Students Develop Low-Cost Way to Improve Crop Yield in India


Washington, June 5, 2015: A group of American students led by an Indian has developed a low-cost way to improve the yield of agricultural produce for the farmers and reduce the use of fertilizers in Telangana through desilting of ponds.


"A group of students from here in a year-long study in Telangana have found that silt from ponds reduces the use of fertilizers by 36 per cent and increases the crop yield by nearly 50 per cent," The University of Michigan said.

The idea for the project started with Adithya Dahagama, a graduate student in the University of Michigan Natural Resources and Environment School .

Students Develop Low-Cost crop yield in india

Dahagama, whose father is a farmer in the region, worked with the Hyderabad-based non-profit organisation on a similar project before coming to the university.

"There's been no comprehensive study conducted to see if silt application worked, and what were the successes," said Dahagama, who is pursuing a dual degree at SNRE and the Ford School of Public Policy.

The ponds, which were built in Telangana around the 13th century, store rainwater from monsoon season and form an intricate part of farming in the area.

Over time, silt has been filling the ponds, reducing their capacity, he said in a statement issued by the university yesterday.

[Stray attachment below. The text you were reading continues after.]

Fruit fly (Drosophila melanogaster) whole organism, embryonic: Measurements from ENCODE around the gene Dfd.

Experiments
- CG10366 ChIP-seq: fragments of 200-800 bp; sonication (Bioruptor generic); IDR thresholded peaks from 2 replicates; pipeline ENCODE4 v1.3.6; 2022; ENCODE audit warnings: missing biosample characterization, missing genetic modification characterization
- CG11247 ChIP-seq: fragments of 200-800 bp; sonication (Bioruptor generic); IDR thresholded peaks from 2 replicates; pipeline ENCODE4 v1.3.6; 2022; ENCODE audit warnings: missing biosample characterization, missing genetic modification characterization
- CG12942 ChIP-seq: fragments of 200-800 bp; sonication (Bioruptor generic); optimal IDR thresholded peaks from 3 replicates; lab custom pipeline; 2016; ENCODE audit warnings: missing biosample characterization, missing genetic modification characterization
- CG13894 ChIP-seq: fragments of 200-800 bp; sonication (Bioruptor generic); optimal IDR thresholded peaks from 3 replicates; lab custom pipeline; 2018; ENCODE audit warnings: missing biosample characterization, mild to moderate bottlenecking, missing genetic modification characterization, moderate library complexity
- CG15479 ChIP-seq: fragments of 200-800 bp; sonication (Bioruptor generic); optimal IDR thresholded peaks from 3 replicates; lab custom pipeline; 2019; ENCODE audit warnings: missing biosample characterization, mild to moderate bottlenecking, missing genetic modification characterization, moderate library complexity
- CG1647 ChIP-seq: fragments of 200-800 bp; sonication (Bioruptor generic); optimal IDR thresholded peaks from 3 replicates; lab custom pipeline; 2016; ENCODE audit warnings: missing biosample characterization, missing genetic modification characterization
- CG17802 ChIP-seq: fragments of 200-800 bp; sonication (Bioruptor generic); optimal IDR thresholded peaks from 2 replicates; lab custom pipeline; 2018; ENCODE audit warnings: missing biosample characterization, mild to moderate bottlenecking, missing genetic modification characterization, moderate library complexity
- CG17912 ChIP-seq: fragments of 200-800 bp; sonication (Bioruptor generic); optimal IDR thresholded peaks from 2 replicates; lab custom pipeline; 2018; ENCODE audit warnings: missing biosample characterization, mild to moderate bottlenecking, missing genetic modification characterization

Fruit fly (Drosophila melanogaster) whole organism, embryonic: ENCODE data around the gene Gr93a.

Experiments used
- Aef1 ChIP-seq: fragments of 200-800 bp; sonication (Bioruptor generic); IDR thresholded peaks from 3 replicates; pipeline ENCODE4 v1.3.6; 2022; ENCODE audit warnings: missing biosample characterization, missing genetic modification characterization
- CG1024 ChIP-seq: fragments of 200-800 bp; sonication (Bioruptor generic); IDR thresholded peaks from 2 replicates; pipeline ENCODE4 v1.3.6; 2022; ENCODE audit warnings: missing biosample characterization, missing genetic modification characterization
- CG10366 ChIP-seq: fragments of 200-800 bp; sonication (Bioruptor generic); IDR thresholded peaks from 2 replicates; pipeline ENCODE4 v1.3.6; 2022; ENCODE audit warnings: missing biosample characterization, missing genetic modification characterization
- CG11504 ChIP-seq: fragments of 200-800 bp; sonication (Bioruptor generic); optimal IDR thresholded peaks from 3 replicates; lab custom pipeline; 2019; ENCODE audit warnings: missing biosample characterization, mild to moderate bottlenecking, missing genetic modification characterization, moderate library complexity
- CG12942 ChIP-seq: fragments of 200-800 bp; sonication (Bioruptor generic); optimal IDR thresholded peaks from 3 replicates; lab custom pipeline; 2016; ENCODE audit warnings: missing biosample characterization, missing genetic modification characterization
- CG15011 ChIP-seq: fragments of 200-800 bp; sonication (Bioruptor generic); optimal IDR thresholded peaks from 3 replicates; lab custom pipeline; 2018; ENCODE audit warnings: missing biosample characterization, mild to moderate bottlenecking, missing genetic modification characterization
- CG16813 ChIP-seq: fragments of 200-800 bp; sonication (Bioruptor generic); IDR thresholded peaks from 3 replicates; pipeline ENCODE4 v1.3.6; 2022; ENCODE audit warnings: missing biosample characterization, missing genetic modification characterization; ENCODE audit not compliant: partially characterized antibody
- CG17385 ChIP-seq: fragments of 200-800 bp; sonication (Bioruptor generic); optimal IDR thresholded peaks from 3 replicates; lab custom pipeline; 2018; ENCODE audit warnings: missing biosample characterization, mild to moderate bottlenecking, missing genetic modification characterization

Most of the desilting of the ponds happens during the summer months when the tanks are dry. With a mix of manual and mechanical means, the silt is dug out and then transported on tractors to the nearby fields.

"The most striking finding is that it reduces greenhouse emissions from less fertilizer use by 50-to-90 percent," said John Monnat, a graduate student in the University of Michigan Taubman College of Architecture and Urban Planning. Local officials have noticed the results.

Last year, the Telangana government introduced Mission Kakatiya—a large-scale program to desilt 46,000 ponds over the next five years.

The impact will be felt across 11,000 villages and will affect 21 million villagers, the university said.


For Quick Alerts
For Daily Alerts

Select a Field of Study
Select a Course
Select UPSC Exam
Select IBPS Exam
Select Entrance Exam
Get Instant News Updates
Notification Settings X
Time Settings
Clear Notification X
Do you want to clear all the notifications from your inbox?
Settings X